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Boston Scientific, Abbott stents tie in study

Bloomberg News / October 13, 2008
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NEW YORK - Abbott Laboratories' Xience and Boston Scientific Corp.'s Taxus Liberte, the newest entrants in the $1.9 billion US market for heart stents, dueled to a tie in a study of heart attack victims.

The two stents were "equally efficient" over six months, according to researchers at a Washington medical conference Saturday. An increase in deaths in Xience patients was driven by factors unrelated to the devices, they said.

The results are another boost for Illinois-based Abbott, whose artery-clearing Xience stent has been gaining ground on rivals since it was approved for sale July 2. Natick-based Boston Scientific's Liberte, cleared on Oct. 10, will need to prove superior in new human trials to expand market share, said Philip Nalbone, an RBC Capital Markets analyst. Otherwise, Liberte "won't make a difference," Nalbone said before the new data were released.

Stents are metal tubes that prop open an artery after it's cleared of fatty deposits called plaque. Newer versions of the $2,000 devices are coated with drugs to prevent scar tissue that can reblock the blood vessel.

The Liberte joins Xience, Medtronic Inc.'s Endeavor, and Johnson & Johnson's Cypher in an increasingly crowded market. Boston Scientific also sells a version of Xience called Promus under a licensing deal that gives Abbott 40 percent of the profit.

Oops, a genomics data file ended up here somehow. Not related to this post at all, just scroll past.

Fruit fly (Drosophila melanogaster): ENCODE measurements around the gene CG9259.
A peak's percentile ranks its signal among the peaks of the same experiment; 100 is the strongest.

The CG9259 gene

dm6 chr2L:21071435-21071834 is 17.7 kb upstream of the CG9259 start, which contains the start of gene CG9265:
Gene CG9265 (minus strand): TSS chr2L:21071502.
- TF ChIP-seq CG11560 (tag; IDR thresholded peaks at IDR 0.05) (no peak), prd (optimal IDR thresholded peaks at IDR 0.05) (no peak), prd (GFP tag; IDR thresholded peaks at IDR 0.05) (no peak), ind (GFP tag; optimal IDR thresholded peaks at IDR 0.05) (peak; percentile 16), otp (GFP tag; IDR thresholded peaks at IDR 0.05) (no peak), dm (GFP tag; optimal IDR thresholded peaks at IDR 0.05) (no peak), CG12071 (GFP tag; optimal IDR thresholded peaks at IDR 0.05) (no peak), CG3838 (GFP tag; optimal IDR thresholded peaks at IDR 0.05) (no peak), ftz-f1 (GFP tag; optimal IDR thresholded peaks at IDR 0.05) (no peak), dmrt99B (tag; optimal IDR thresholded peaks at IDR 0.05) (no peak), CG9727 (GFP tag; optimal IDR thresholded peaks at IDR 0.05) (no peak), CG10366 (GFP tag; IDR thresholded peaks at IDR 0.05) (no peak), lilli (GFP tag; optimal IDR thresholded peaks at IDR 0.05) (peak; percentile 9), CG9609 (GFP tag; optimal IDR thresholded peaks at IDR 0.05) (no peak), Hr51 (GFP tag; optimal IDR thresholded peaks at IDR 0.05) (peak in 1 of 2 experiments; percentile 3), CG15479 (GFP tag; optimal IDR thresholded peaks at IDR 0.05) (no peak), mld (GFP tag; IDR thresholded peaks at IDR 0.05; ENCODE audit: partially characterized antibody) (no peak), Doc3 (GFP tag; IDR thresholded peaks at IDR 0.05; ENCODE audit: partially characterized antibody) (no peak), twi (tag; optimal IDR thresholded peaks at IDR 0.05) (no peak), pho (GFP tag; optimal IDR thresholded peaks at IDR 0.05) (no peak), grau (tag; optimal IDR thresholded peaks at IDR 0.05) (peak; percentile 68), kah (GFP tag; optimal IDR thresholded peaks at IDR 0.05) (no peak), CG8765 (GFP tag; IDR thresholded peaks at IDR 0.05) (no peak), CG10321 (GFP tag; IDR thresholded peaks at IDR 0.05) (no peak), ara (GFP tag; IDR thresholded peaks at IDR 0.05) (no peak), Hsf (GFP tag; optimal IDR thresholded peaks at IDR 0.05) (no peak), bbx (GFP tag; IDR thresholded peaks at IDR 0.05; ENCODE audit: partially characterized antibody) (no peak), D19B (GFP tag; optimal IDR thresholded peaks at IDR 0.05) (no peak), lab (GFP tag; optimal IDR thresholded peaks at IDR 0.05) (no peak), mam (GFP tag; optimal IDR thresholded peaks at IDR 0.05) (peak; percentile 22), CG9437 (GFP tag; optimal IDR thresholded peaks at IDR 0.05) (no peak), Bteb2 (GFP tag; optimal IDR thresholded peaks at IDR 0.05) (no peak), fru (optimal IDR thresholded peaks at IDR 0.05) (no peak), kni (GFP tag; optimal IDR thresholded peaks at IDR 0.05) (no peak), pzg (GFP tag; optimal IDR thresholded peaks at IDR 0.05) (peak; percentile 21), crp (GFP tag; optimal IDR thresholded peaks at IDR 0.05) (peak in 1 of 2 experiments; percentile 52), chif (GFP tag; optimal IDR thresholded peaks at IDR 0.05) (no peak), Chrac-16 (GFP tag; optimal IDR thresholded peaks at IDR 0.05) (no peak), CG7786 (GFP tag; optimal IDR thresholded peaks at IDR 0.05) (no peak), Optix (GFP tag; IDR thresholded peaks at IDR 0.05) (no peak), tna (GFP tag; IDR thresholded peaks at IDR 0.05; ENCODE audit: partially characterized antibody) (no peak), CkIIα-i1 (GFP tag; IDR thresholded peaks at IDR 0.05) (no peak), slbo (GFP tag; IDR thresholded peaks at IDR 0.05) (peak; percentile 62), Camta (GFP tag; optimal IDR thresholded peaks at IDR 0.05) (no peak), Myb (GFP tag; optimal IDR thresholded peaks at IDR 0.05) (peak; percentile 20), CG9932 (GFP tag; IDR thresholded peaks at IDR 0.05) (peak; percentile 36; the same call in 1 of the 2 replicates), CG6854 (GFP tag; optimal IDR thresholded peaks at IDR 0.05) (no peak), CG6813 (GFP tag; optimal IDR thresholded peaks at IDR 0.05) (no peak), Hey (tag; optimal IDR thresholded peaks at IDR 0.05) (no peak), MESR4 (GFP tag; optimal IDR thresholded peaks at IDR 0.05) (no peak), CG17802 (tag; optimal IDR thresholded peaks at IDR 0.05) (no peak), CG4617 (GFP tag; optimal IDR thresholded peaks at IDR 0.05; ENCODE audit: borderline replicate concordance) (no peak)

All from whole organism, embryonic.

Since debuting in July, Xience and Promus have captured 40 percent of the US stent market, said Rick Wise, a Leerink Swann & Co. analyst. The number is likely to rise to 50 percent by next July, with Abbott's version claiming almost three-quarters of sales, Wise wrote.

Doctors predicted Boston's Taxus line of stents will stay steady at 29 percent over the next year, even with Liberte.

In a study of 335 heart attack victims, 3.2 percent of patients given a Xience stent died within a month, compared with 1.3 percent of Taxus Liberte users, according to researchers at Rotterdam's Medical Centre Rijnmond-South. At six months, with 185 people left in the trial, the figures were 6.9 percent and 2.3 percent, respectively. The studies, funded by the hospital, were presented yesterday.

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